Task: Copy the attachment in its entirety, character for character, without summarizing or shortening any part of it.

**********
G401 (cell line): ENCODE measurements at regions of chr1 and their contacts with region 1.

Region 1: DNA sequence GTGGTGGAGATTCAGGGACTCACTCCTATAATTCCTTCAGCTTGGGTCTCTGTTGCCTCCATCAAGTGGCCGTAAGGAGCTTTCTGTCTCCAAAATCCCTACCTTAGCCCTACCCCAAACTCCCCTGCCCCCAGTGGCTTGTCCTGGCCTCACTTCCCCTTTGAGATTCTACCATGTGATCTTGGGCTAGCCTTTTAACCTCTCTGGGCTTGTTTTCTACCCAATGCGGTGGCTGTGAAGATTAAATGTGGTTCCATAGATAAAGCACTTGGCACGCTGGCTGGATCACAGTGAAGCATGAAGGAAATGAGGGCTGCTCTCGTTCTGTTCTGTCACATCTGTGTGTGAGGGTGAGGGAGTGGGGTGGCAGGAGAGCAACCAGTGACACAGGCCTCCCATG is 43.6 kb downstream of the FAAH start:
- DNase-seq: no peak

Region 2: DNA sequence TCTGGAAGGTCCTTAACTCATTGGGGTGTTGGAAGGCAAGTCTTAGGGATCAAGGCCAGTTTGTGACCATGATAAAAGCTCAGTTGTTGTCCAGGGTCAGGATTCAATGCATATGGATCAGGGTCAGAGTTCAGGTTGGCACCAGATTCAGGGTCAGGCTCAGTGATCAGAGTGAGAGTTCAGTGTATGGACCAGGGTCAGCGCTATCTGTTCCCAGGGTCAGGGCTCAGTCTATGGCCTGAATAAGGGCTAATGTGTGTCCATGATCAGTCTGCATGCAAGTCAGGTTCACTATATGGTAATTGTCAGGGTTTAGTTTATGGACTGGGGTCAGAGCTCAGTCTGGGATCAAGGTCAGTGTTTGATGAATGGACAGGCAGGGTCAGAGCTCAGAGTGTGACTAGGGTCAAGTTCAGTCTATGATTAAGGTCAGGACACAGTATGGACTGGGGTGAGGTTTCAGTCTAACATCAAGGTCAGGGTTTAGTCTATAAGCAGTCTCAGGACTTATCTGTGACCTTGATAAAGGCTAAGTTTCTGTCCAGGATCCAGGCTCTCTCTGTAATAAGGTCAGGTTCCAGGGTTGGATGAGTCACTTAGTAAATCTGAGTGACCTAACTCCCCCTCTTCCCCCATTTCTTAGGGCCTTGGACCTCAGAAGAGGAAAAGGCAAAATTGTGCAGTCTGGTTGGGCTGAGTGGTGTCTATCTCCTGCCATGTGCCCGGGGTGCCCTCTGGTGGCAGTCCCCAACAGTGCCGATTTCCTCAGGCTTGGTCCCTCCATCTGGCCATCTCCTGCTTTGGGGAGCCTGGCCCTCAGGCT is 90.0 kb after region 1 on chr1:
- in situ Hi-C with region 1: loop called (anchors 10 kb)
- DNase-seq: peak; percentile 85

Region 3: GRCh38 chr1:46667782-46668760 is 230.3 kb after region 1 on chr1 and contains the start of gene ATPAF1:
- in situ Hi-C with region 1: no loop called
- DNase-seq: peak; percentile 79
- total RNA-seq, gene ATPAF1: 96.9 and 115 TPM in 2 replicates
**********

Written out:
G401 (cell line): ENCODE measurements at regions of chr1 and their contacts with region 1.

Region 1: DNA sequence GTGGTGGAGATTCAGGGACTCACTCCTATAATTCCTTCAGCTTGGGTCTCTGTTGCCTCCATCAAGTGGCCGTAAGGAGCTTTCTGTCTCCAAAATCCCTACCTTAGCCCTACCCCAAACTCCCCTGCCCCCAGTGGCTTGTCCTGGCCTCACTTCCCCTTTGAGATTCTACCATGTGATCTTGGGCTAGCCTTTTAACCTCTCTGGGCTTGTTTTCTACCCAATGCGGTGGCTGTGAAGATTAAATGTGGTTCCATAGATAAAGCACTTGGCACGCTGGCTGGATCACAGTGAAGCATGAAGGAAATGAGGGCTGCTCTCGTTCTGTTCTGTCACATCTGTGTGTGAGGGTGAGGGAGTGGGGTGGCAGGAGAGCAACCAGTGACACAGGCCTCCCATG is 43.6 kb downstream of the FAAH start:
- DNase-seq: no peak

Region 2: DNA sequence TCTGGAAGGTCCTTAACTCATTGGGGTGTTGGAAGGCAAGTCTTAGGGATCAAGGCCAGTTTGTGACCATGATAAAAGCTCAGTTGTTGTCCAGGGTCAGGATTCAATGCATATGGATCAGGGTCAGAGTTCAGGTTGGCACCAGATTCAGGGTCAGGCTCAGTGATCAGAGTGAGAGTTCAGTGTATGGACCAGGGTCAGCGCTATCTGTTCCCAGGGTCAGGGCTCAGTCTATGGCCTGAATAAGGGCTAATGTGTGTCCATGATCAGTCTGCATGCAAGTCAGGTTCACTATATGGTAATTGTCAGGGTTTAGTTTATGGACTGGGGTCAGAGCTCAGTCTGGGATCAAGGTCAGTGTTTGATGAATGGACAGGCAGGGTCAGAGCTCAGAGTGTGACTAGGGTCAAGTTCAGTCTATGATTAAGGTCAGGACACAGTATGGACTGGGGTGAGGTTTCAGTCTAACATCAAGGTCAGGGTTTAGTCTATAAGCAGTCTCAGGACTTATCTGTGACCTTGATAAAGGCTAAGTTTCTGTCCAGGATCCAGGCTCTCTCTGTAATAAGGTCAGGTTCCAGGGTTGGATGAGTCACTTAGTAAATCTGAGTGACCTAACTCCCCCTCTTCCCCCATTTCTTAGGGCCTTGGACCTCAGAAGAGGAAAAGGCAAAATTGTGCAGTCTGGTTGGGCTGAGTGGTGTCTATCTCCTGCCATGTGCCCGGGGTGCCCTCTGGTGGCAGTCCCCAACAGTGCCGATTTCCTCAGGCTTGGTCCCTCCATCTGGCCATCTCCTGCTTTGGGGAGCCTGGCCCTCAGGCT is 90.0 kb after region 1 on chr1:
- in situ Hi-C with region 1: loop called (anchors 10 kb)
- DNase-seq: peak; percentile 85

Region 3: GRCh38 chr1:46667782-46668760 is 230.3 kb after region 1 on chr1 and contains the start of gene ATPAF1:
- in situ Hi-C with region 1: no loop called
- DNase-seq: peak; percentile 79
- total RNA-seq, gene ATPAF1: 96.9 and 115 TPM in 2 replicates